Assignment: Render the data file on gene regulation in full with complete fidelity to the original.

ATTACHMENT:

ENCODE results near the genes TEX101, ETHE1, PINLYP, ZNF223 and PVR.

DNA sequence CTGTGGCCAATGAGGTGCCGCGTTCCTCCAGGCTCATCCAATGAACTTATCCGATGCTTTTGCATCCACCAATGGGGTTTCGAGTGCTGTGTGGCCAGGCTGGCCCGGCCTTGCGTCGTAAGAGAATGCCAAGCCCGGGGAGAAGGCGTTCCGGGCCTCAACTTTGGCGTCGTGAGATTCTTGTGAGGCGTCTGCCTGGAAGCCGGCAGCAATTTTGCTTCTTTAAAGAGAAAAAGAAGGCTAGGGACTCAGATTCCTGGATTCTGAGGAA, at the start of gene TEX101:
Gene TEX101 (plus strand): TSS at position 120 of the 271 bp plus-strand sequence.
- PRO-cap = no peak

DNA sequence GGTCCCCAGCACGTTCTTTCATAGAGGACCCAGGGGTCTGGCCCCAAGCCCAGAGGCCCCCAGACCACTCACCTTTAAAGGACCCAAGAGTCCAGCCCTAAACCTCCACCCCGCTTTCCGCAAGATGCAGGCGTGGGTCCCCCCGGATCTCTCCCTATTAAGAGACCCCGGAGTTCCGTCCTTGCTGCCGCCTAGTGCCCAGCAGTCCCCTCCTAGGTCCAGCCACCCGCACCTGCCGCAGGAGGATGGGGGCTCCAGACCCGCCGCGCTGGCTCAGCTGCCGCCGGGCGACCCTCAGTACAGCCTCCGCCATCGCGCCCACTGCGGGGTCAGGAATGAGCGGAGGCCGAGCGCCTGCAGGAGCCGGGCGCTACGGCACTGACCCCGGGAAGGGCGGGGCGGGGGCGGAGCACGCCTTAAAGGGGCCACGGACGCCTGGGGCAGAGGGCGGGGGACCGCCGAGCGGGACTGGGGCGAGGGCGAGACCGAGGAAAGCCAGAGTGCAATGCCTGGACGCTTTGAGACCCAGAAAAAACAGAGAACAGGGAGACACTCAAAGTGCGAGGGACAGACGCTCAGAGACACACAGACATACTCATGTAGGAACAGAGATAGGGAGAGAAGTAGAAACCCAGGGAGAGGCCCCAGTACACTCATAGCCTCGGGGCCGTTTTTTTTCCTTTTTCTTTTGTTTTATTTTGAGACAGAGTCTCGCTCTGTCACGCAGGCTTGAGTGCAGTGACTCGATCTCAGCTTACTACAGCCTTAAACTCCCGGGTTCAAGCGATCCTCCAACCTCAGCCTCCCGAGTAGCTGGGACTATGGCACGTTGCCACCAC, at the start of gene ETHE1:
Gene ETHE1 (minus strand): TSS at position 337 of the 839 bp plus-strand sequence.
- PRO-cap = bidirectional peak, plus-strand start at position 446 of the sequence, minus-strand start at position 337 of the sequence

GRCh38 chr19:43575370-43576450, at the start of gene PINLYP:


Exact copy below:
ENCODE results near the genes TEX101, ETHE1, PINLYP, ZNF223 and PVR.

DNA sequence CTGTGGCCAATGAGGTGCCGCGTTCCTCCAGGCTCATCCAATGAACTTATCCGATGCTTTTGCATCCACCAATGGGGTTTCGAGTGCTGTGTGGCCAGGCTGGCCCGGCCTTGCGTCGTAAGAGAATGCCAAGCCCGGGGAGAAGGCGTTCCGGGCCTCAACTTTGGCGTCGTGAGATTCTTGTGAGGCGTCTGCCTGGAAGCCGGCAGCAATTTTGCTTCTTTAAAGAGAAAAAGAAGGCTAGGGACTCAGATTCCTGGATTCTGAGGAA, at the start of gene TEX101:
Gene TEX101 (plus strand): TSS at position 120 of the 271 bp plus-strand sequence.
- PRO-cap = no peak

DNA sequence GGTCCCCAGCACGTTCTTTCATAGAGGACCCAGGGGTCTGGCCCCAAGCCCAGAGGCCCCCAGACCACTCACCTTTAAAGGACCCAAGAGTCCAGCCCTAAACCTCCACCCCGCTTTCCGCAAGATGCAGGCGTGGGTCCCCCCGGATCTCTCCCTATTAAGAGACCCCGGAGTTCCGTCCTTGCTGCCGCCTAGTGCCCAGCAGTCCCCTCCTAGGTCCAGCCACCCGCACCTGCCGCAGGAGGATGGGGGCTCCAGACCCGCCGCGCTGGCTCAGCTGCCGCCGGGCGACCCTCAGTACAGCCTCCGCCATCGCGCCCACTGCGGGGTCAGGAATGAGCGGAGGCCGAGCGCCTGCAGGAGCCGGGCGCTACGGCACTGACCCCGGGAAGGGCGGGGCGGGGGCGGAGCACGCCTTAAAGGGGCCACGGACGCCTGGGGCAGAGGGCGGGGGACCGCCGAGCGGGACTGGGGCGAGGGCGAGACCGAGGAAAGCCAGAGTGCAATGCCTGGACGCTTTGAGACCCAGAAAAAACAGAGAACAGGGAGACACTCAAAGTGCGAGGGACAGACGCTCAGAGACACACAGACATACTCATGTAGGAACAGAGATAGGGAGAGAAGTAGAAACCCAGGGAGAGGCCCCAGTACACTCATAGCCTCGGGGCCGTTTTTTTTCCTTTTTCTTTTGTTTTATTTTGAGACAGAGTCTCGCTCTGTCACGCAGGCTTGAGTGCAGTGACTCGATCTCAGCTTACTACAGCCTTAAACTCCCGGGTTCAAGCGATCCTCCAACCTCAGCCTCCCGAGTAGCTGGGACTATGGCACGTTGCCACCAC, at the start of gene ETHE1:
Gene ETHE1 (minus strand): TSS at position 337 of the 839 bp plus-strand sequence.
- PRO-cap = bidirectional peak, plus-strand start at position 446 of the sequence, minus-strand start at position 337 of the sequence

GRCh38 chr19:43575370-43576450, at the start of gene PINLYP: